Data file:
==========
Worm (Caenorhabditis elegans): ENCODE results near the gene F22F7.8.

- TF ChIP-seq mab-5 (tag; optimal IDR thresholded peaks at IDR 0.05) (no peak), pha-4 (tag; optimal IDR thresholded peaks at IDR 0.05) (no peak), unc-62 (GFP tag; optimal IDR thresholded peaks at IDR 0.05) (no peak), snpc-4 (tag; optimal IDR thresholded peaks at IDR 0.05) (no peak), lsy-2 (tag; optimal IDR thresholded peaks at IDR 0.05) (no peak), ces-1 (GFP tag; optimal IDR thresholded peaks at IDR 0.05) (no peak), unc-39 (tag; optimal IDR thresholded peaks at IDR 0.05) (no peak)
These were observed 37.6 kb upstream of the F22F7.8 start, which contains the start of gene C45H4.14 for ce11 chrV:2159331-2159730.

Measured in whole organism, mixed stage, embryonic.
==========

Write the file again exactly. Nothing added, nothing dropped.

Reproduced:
Worm (Caenorhabditis elegans): ENCODE results near the gene F22F7.8.

- TF ChIP-seq mab-5 (tag; optimal IDR thresholded peaks at IDR 0.05) (no peak), pha-4 (tag; optimal IDR thresholded peaks at IDR 0.05) (no peak), unc-62 (GFP tag; optimal IDR thresholded peaks at IDR 0.05) (no peak), snpc-4 (tag; optimal IDR thresholded peaks at IDR 0.05) (no peak), lsy-2 (tag; optimal IDR thresholded peaks at IDR 0.05) (no peak), ces-1 (GFP tag; optimal IDR thresholded peaks at IDR 0.05) (no peak), unc-39 (tag; optimal IDR thresholded peaks at IDR 0.05) (no peak)
These were observed 37.6 kb upstream of the F22F7.8 start, which contains the start of gene C45H4.14 for ce11 chrV:2159331-2159730.

Measured in whole organism, mixed stage, embryonic.